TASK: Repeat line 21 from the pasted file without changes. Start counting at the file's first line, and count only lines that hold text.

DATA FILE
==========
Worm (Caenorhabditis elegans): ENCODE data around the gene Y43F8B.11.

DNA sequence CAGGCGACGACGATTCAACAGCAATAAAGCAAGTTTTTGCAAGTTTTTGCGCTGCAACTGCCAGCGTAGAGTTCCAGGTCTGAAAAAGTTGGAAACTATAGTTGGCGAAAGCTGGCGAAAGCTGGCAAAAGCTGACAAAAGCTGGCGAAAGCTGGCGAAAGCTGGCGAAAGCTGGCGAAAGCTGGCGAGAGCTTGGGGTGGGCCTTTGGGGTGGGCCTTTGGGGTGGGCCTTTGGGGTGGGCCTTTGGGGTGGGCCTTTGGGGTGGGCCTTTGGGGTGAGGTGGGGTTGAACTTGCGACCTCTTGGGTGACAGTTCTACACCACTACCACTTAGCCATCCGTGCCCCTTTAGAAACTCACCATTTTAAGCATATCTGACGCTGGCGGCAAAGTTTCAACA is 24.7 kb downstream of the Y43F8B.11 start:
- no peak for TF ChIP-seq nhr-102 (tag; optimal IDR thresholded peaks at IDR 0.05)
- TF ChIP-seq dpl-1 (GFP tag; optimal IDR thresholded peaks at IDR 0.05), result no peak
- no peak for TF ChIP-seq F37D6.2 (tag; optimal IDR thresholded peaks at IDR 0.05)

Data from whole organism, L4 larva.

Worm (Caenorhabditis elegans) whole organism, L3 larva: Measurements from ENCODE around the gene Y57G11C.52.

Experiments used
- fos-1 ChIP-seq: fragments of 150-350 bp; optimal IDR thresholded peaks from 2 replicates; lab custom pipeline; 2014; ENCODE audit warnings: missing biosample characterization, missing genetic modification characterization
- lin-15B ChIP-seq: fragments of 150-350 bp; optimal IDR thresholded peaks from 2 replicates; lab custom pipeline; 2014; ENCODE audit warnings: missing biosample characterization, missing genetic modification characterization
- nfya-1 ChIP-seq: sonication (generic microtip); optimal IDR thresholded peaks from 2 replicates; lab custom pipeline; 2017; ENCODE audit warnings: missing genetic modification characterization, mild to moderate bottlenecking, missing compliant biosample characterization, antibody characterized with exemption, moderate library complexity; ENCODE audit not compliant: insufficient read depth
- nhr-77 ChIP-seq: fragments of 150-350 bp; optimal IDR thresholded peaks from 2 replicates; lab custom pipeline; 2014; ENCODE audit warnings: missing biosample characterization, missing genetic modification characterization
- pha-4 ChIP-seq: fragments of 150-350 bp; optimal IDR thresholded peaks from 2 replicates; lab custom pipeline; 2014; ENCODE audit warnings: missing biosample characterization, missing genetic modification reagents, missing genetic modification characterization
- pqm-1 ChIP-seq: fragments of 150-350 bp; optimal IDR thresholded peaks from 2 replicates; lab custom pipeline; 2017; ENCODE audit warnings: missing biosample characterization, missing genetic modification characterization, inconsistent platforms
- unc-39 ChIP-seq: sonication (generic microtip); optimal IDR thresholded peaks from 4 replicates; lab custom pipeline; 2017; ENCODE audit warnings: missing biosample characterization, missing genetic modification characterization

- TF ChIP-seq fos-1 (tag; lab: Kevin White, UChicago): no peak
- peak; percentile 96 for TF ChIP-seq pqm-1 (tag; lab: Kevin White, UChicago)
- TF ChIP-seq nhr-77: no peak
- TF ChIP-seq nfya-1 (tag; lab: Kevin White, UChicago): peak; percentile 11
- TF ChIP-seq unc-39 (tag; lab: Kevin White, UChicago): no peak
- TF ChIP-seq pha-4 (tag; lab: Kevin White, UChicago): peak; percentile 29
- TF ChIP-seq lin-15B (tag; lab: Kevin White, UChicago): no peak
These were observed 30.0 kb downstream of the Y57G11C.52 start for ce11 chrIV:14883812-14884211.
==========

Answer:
- TF ChIP-seq pha-4 (tag; lab: Kevin White, UChicago): peak; percentile 29